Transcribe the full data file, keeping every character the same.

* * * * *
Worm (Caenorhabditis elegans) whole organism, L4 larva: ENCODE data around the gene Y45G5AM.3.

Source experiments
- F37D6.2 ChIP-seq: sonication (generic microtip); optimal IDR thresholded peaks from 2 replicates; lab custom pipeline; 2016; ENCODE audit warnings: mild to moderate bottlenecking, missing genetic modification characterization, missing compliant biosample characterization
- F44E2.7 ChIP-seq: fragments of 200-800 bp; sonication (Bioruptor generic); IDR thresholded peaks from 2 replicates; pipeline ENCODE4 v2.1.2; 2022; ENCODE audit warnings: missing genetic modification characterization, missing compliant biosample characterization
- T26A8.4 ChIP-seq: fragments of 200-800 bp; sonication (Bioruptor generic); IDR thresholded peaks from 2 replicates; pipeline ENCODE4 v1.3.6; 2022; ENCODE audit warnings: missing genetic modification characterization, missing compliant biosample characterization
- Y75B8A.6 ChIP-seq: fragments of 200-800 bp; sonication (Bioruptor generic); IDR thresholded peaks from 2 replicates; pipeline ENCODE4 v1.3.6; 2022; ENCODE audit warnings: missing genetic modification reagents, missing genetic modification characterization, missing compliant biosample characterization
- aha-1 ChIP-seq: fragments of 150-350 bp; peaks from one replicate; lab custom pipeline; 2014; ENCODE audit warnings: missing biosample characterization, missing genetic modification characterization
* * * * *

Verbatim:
Worm (Caenorhabditis elegans) whole organism, L4 larva: ENCODE data around the gene Y45G5AM.3.

Source experiments
- F37D6.2 ChIP-seq: sonication (generic microtip); optimal IDR thresholded peaks from 2 replicates; lab custom pipeline; 2016; ENCODE audit warnings: mild to moderate bottlenecking, missing genetic modification characterization, missing compliant biosample characterization
- F44E2.7 ChIP-seq: fragments of 200-800 bp; sonication (Bioruptor generic); IDR thresholded peaks from 2 replicates; pipeline ENCODE4 v2.1.2; 2022; ENCODE audit warnings: missing genetic modification characterization, missing compliant biosample characterization
- T26A8.4 ChIP-seq: fragments of 200-800 bp; sonication (Bioruptor generic); IDR thresholded peaks from 2 replicates; pipeline ENCODE4 v1.3.6; 2022; ENCODE audit warnings: missing genetic modification characterization, missing compliant biosample characterization
- Y75B8A.6 ChIP-seq: fragments of 200-800 bp; sonication (Bioruptor generic); IDR thresholded peaks from 2 replicates; pipeline ENCODE4 v1.3.6; 2022; ENCODE audit warnings: missing genetic modification reagents, missing genetic modification characterization, missing compliant biosample characterization
- aha-1 ChIP-seq: fragments of 150-350 bp; peaks from one replicate; lab custom pipeline; 2014; ENCODE audit warnings: missing biosample characterization, missing genetic modification characterization